Back in the 1960s Leicester were something of a bogey side for Liverpool but as they closed in on the 1964 league title the Reds finally broke the spell. Goals from Roger Hunt and Alf Arrowsmith gave the Reds a 2-0 win, but only after the Filbert Street groundstaff had re-painted the lines and posts.

With nine games to go of the 1963-64 season Liverpool were locked in a three way battle with Everton and Tottenham Hotspur at the top of the 1st Division. The title was in Liverpool’s hands as they had two games in hand on leaders Everton, who were two points ahead, but pundits suggested the Blues had an easier run in. One  of their fans was so confident that he even wrote to the Liverpool Echo suggesting that their fixture against FA Cup finalists West Ham on 25th April should double as the following season’s Charity Shield.

The Easter period, when teams faced a gruelling schedule of three games in four days would prove crucial and Liverpool faced Spurs at both White Hart Lane and Anfield, with the Leicester game sandwiched in between. Everton had home games on successive days against Blackpool and West Bromwich Albion, followed by a trip to the West Midlands for the return game with Albion.

Liverpool’s squad set off for London on the Thursday before Good Friday, the day that ten men were found guilty at Aylesbury Crown Court of various charges in relation to the Great Train Robbery. The Reds’ party of thirteen was without captain Ron Yeats, who was serving a three match suspension  after getting sent of for fighting in an FA Cup tie at Arsenal the previous month. Chris Lawler deputised for him at centre half but otherwise the Reds were at full strength, with Gordon Milne captaining the side.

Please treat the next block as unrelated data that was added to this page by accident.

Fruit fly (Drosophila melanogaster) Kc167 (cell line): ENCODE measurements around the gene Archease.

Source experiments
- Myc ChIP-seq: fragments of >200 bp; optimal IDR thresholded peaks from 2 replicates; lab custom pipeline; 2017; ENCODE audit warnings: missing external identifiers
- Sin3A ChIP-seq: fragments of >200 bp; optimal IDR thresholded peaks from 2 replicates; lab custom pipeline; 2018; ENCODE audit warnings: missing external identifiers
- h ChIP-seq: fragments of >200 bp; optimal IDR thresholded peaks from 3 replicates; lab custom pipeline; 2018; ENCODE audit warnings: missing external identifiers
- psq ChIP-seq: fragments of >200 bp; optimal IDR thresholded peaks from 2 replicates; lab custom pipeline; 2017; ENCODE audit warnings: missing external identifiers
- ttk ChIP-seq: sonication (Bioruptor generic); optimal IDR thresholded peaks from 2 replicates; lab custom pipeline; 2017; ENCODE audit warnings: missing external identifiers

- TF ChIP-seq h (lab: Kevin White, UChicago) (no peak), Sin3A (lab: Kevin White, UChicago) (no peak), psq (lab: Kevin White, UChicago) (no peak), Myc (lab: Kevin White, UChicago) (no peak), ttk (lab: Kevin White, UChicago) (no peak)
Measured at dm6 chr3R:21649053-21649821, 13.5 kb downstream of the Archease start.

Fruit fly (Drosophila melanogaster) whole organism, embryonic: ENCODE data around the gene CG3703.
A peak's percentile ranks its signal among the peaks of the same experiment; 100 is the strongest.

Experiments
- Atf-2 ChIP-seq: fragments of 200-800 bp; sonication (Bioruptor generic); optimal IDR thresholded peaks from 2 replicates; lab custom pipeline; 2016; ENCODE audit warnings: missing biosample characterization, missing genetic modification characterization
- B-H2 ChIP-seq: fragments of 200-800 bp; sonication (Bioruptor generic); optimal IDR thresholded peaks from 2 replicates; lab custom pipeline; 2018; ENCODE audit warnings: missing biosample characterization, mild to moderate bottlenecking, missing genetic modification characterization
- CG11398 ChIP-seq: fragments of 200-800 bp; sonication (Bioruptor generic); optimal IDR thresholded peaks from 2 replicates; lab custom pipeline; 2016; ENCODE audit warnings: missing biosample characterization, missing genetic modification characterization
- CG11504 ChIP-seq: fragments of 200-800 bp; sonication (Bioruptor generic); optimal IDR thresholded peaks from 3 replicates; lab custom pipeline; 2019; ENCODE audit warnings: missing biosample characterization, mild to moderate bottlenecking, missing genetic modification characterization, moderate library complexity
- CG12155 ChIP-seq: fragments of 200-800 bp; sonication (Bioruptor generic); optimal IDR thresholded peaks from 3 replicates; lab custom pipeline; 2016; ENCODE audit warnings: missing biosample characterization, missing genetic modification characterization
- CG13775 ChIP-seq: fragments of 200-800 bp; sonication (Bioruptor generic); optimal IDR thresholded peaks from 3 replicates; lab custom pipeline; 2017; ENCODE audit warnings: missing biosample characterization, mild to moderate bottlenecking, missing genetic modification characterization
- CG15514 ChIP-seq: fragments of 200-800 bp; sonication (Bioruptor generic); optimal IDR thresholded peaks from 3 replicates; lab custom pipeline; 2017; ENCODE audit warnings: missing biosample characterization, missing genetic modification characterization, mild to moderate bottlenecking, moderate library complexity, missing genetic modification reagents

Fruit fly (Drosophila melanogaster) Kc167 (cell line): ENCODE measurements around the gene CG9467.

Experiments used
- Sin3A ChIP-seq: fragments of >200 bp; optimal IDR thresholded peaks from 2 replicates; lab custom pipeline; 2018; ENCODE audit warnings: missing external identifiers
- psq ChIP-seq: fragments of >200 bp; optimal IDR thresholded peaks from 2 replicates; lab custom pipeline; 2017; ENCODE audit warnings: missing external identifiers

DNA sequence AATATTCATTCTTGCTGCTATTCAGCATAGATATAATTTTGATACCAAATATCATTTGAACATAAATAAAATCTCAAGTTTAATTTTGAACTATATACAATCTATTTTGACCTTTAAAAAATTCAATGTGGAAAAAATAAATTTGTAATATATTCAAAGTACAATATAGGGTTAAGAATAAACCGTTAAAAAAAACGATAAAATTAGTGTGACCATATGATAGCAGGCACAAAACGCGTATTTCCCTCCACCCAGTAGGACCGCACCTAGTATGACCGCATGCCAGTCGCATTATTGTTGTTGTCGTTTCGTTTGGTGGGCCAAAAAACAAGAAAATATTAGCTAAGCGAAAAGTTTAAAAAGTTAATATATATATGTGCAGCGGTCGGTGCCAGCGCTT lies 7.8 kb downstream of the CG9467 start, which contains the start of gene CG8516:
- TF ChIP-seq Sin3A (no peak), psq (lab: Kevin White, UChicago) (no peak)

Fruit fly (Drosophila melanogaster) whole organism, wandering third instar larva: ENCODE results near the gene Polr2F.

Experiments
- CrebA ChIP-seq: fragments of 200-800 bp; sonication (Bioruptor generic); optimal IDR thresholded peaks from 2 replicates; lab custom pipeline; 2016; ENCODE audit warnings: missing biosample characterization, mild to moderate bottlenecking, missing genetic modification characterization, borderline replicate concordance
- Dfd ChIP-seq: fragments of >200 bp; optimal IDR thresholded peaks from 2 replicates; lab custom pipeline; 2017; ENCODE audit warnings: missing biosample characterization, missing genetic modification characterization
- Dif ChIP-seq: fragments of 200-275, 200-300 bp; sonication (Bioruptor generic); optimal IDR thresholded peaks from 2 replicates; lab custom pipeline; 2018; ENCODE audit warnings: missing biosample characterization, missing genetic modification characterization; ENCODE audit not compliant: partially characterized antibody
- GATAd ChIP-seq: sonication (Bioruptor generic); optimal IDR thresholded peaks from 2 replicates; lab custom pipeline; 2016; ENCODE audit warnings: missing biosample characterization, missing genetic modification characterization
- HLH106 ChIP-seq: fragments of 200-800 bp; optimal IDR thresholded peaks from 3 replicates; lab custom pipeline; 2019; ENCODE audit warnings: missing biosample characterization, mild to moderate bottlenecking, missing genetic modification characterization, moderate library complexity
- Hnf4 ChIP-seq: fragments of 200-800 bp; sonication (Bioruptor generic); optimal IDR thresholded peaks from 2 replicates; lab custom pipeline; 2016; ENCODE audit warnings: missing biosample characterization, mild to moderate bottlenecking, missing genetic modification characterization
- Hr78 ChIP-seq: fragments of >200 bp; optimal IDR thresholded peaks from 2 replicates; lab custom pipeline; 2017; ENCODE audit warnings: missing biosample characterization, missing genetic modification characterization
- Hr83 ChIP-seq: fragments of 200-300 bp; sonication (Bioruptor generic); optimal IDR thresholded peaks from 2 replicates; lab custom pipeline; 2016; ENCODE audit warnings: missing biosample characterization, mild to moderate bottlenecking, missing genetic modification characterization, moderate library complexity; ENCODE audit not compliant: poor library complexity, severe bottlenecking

In front of 56,952 at White Hart Lane, Roger Hunt hit a hat trick as the Reds dominated from start to finish in a 3-1 win. Many of the home crowd had already left when Maurice Norman scored a late consolation, while the threat of Jimmy Greaves and recent £72,000 signing Alan Mullery was completely nullified by the Reds back line.

There was a further boost when news came through that Everton had dropped a point at home, getting booed off in a 1-1 draw with West Brom. There was no time for celebrations though as the squad then headed for Leicester, where they would be playing less than 24 hours later. Bob Paisley had with him an electrical massage box, which was to be used on Milne and Hunt who had both picked up knocks to their ankles, but Shankly was confident they would be fit for the game.

They were joined in the East Midlands by an army of fans who had also gone to London, many not having any accommodation. Once in Leicester, a few fans scaled the low walls of Filbert Street and painted the goalposts, corner flags and line markings red. This exuberance though hid a deep fear that once again the Reds would come unstuck against the Foxes. Since promotion in 1962 Leicester had won all three league games between the sides without conceding a goal, as well as the FA Cup semi final the previous season.